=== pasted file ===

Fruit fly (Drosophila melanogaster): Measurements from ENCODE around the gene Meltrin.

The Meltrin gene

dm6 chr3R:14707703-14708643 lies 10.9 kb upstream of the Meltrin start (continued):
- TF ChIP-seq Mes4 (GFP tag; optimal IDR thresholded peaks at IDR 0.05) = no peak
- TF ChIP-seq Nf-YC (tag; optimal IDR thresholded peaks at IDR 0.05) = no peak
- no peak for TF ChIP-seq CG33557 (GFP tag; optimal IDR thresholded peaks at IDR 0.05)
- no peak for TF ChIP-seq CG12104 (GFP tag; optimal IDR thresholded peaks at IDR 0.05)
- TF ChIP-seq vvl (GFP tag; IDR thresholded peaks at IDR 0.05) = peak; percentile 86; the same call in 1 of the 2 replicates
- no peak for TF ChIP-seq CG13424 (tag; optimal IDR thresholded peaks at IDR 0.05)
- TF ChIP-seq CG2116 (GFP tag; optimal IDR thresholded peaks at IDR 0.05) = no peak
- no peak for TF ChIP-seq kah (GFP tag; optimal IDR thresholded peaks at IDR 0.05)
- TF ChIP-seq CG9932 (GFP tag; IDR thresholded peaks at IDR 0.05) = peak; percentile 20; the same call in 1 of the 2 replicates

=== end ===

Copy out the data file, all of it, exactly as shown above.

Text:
Fruit fly (Drosophila melanogaster): Measurements from ENCODE around the gene Meltrin.

The Meltrin gene

dm6 chr3R:14707703-14708643 lies 10.9 kb upstream of the Meltrin start (continued):
- TF ChIP-seq Mes4 (GFP tag; optimal IDR thresholded peaks at IDR 0.05) = no peak
- TF ChIP-seq Nf-YC (tag; optimal IDR thresholded peaks at IDR 0.05) = no peak
- no peak for TF ChIP-seq CG33557 (GFP tag; optimal IDR thresholded peaks at IDR 0.05)
- no peak for TF ChIP-seq CG12104 (GFP tag; optimal IDR thresholded peaks at IDR 0.05)
- TF ChIP-seq vvl (GFP tag; IDR thresholded peaks at IDR 0.05) = peak; percentile 86; the same call in 1 of the 2 replicates
- no peak for TF ChIP-seq CG13424 (tag; optimal IDR thresholded peaks at IDR 0.05)
- TF ChIP-seq CG2116 (GFP tag; optimal IDR thresholded peaks at IDR 0.05) = no peak
- no peak for TF ChIP-seq kah (GFP tag; optimal IDR thresholded peaks at IDR 0.05)
- TF ChIP-seq CG9932 (GFP tag; IDR thresholded peaks at IDR 0.05) = peak; percentile 20; the same call in 1 of the 2 replicates